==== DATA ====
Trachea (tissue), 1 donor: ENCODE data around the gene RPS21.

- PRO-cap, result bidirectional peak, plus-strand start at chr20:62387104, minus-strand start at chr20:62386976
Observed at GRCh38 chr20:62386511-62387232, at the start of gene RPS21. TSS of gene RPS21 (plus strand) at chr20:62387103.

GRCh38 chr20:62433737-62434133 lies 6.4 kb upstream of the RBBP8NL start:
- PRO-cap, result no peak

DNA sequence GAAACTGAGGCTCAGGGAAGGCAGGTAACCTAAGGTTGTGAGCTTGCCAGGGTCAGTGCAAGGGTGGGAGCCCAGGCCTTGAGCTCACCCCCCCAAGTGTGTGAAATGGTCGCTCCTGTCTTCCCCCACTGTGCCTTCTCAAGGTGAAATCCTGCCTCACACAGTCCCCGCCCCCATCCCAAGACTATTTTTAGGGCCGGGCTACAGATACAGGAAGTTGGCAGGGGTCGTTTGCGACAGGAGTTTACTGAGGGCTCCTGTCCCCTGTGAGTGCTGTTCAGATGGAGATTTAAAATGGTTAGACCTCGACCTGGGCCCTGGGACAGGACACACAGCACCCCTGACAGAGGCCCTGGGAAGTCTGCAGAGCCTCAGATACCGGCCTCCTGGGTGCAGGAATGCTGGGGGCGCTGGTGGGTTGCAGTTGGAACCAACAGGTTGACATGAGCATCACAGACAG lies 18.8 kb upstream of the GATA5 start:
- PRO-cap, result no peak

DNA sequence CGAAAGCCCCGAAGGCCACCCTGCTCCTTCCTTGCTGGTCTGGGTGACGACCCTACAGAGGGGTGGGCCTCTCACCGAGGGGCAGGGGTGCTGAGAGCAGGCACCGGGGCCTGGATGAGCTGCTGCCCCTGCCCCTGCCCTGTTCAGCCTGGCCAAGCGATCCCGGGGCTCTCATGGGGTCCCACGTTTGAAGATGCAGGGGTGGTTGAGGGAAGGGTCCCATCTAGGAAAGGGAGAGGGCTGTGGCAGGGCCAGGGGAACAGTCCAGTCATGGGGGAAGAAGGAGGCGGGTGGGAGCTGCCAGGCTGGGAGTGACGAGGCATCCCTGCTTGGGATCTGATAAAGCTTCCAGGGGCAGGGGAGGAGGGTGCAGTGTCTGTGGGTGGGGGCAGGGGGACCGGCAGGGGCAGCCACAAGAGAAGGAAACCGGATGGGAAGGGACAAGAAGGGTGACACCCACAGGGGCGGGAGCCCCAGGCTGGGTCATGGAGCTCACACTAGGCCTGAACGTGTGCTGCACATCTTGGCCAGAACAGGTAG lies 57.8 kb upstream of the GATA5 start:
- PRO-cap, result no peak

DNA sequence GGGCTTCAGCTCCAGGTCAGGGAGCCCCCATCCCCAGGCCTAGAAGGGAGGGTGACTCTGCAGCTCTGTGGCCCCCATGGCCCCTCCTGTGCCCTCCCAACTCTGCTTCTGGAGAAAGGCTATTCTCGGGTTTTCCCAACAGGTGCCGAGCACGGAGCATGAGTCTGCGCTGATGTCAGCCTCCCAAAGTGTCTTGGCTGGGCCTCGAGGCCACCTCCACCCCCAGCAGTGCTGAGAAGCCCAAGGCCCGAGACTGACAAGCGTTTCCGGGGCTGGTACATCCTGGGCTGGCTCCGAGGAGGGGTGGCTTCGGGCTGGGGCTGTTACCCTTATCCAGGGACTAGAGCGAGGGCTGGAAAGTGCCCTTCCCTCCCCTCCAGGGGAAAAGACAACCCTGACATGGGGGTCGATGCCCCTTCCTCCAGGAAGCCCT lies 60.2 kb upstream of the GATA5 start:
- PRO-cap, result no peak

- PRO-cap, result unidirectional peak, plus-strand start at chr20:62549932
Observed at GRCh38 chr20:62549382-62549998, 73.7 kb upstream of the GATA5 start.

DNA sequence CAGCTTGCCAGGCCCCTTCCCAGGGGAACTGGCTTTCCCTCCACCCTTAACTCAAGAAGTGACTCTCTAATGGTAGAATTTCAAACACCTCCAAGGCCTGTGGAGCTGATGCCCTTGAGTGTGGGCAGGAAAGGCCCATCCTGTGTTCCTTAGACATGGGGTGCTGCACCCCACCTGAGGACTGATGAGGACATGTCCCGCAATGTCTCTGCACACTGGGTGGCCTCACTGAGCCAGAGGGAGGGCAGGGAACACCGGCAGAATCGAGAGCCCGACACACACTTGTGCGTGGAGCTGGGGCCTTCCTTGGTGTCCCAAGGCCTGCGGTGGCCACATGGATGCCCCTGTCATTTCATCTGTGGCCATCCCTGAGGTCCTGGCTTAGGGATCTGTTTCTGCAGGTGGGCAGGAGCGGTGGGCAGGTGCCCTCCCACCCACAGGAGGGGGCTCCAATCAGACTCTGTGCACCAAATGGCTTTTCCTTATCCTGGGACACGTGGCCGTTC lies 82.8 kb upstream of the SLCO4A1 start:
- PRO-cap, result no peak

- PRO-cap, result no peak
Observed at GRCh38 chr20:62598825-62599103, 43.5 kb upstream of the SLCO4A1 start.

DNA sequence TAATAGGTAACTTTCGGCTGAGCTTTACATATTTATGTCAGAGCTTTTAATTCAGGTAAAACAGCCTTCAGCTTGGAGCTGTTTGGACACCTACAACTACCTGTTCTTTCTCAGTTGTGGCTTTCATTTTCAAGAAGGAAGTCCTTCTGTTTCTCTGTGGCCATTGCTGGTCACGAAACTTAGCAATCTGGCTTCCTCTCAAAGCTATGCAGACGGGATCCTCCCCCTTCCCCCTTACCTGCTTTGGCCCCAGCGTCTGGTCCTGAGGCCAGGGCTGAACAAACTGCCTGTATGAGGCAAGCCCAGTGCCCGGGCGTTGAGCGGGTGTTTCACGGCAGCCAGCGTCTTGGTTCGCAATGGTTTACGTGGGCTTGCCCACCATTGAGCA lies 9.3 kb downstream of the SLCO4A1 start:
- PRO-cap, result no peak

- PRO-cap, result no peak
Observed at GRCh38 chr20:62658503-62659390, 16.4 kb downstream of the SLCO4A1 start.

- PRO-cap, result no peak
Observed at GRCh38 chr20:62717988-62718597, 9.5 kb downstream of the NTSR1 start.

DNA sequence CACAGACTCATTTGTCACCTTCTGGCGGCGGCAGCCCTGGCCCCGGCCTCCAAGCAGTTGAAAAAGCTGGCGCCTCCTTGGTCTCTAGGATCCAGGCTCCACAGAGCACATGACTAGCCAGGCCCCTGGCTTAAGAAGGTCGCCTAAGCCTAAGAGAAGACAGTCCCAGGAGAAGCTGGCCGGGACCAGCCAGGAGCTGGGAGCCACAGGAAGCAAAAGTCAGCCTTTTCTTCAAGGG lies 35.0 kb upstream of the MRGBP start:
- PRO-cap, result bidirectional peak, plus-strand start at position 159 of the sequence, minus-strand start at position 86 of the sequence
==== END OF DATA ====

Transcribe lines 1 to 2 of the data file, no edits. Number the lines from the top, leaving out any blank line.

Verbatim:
Trachea (tissue), 1 donor: ENCODE data around the gene RPS21.

- PRO-cap, result bidirectional peak, plus-strand start at chr20:62387104, minus-strand start at chr20:62386976